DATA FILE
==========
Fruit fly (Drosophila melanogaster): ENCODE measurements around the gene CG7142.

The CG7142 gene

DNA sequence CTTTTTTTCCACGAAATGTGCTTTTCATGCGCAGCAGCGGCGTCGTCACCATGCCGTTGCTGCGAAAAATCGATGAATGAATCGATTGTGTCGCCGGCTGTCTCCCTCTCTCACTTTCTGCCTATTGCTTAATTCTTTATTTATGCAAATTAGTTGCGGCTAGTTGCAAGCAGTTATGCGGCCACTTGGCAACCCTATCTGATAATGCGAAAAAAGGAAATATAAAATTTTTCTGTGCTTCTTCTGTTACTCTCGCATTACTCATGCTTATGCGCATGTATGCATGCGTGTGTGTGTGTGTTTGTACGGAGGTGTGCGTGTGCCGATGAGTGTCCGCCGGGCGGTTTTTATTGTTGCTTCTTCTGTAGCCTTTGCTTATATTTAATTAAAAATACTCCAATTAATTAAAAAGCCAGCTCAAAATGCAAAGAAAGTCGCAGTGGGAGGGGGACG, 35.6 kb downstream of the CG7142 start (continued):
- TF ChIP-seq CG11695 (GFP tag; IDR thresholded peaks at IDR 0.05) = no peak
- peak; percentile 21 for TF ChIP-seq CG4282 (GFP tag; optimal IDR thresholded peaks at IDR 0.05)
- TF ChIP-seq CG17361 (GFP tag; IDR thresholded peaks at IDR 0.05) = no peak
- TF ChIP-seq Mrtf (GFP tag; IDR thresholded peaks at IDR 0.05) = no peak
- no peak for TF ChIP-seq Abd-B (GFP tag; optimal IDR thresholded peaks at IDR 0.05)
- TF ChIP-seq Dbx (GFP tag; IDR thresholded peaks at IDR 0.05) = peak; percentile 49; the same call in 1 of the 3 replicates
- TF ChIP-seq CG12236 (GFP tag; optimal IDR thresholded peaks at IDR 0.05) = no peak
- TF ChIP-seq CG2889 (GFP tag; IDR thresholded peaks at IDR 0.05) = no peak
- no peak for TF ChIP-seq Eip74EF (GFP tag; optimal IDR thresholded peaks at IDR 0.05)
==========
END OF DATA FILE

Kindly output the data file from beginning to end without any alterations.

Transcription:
Fruit fly (Drosophila melanogaster): ENCODE measurements around the gene CG7142.

The CG7142 gene

DNA sequence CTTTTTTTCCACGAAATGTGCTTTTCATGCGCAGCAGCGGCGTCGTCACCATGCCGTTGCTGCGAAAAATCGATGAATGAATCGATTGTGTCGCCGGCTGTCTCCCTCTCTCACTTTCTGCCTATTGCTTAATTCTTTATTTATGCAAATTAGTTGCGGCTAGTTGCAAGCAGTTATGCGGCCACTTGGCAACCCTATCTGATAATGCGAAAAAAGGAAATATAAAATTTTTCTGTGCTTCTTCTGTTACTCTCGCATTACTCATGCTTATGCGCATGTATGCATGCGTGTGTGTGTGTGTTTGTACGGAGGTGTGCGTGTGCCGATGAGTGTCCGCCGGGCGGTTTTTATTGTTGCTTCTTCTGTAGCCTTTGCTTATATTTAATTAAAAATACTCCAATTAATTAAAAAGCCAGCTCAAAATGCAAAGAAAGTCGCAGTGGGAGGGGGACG, 35.6 kb downstream of the CG7142 start (continued):
- TF ChIP-seq CG11695 (GFP tag; IDR thresholded peaks at IDR 0.05) = no peak
- peak; percentile 21 for TF ChIP-seq CG4282 (GFP tag; optimal IDR thresholded peaks at IDR 0.05)
- TF ChIP-seq CG17361 (GFP tag; IDR thresholded peaks at IDR 0.05) = no peak
- TF ChIP-seq Mrtf (GFP tag; IDR thresholded peaks at IDR 0.05) = no peak
- no peak for TF ChIP-seq Abd-B (GFP tag; optimal IDR thresholded peaks at IDR 0.05)
- TF ChIP-seq Dbx (GFP tag; IDR thresholded peaks at IDR 0.05) = peak; percentile 49; the same call in 1 of the 3 replicates
- TF ChIP-seq CG12236 (GFP tag; optimal IDR thresholded peaks at IDR 0.05) = no peak
- TF ChIP-seq CG2889 (GFP tag; IDR thresholded peaks at IDR 0.05) = no peak
- no peak for TF ChIP-seq Eip74EF (GFP tag; optimal IDR thresholded peaks at IDR 0.05)